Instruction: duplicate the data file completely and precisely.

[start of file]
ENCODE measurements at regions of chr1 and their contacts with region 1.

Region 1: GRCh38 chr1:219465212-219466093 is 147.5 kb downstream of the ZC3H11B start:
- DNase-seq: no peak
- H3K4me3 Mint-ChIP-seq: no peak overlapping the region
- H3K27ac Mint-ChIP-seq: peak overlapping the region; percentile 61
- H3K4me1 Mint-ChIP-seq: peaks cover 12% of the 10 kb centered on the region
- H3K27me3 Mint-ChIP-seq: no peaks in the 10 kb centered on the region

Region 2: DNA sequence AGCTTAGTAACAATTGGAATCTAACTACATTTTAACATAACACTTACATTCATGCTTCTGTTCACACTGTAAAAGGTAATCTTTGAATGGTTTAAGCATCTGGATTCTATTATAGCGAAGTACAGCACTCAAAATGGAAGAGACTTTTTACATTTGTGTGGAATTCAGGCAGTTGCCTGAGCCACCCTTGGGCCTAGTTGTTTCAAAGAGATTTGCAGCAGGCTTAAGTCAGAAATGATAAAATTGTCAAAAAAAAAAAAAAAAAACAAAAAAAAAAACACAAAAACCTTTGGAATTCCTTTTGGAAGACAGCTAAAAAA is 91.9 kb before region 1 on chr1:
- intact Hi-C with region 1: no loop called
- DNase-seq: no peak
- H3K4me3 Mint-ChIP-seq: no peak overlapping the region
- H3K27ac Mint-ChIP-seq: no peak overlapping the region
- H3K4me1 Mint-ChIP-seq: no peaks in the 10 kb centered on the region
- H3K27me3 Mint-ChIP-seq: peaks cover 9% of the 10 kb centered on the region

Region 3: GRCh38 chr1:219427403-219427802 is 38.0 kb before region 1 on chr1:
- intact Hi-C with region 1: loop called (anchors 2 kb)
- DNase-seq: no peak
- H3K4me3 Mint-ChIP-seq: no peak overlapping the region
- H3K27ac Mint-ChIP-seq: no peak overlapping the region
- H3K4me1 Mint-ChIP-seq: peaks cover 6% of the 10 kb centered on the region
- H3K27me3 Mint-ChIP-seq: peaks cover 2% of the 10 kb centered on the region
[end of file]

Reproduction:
ENCODE measurements at regions of chr1 and their contacts with region 1.

Region 1: GRCh38 chr1:219465212-219466093 is 147.5 kb downstream of the ZC3H11B start:
- DNase-seq: no peak
- H3K4me3 Mint-ChIP-seq: no peak overlapping the region
- H3K27ac Mint-ChIP-seq: peak overlapping the region; percentile 61
- H3K4me1 Mint-ChIP-seq: peaks cover 12% of the 10 kb centered on the region
- H3K27me3 Mint-ChIP-seq: no peaks in the 10 kb centered on the region

Region 2: DNA sequence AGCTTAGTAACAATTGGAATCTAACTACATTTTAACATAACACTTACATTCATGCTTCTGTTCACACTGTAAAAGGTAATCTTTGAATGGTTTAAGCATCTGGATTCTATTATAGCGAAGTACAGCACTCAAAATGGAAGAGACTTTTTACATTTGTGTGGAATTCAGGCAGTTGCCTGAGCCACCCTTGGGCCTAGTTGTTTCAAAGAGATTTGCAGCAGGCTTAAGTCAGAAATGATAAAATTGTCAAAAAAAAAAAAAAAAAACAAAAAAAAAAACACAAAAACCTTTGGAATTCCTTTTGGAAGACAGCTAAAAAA is 91.9 kb before region 1 on chr1:
- intact Hi-C with region 1: no loop called
- DNase-seq: no peak
- H3K4me3 Mint-ChIP-seq: no peak overlapping the region
- H3K27ac Mint-ChIP-seq: no peak overlapping the region
- H3K4me1 Mint-ChIP-seq: no peaks in the 10 kb centered on the region
- H3K27me3 Mint-ChIP-seq: peaks cover 9% of the 10 kb centered on the region

Region 3: GRCh38 chr1:219427403-219427802 is 38.0 kb before region 1 on chr1:
- intact Hi-C with region 1: loop called (anchors 2 kb)
- DNase-seq: no peak
- H3K4me3 Mint-ChIP-seq: no peak overlapping the region
- H3K27ac Mint-ChIP-seq: no peak overlapping the region
- H3K4me1 Mint-ChIP-seq: peaks cover 6% of the 10 kb centered on the region
- H3K27me3 Mint-ChIP-seq: peaks cover 2% of the 10 kb centered on the region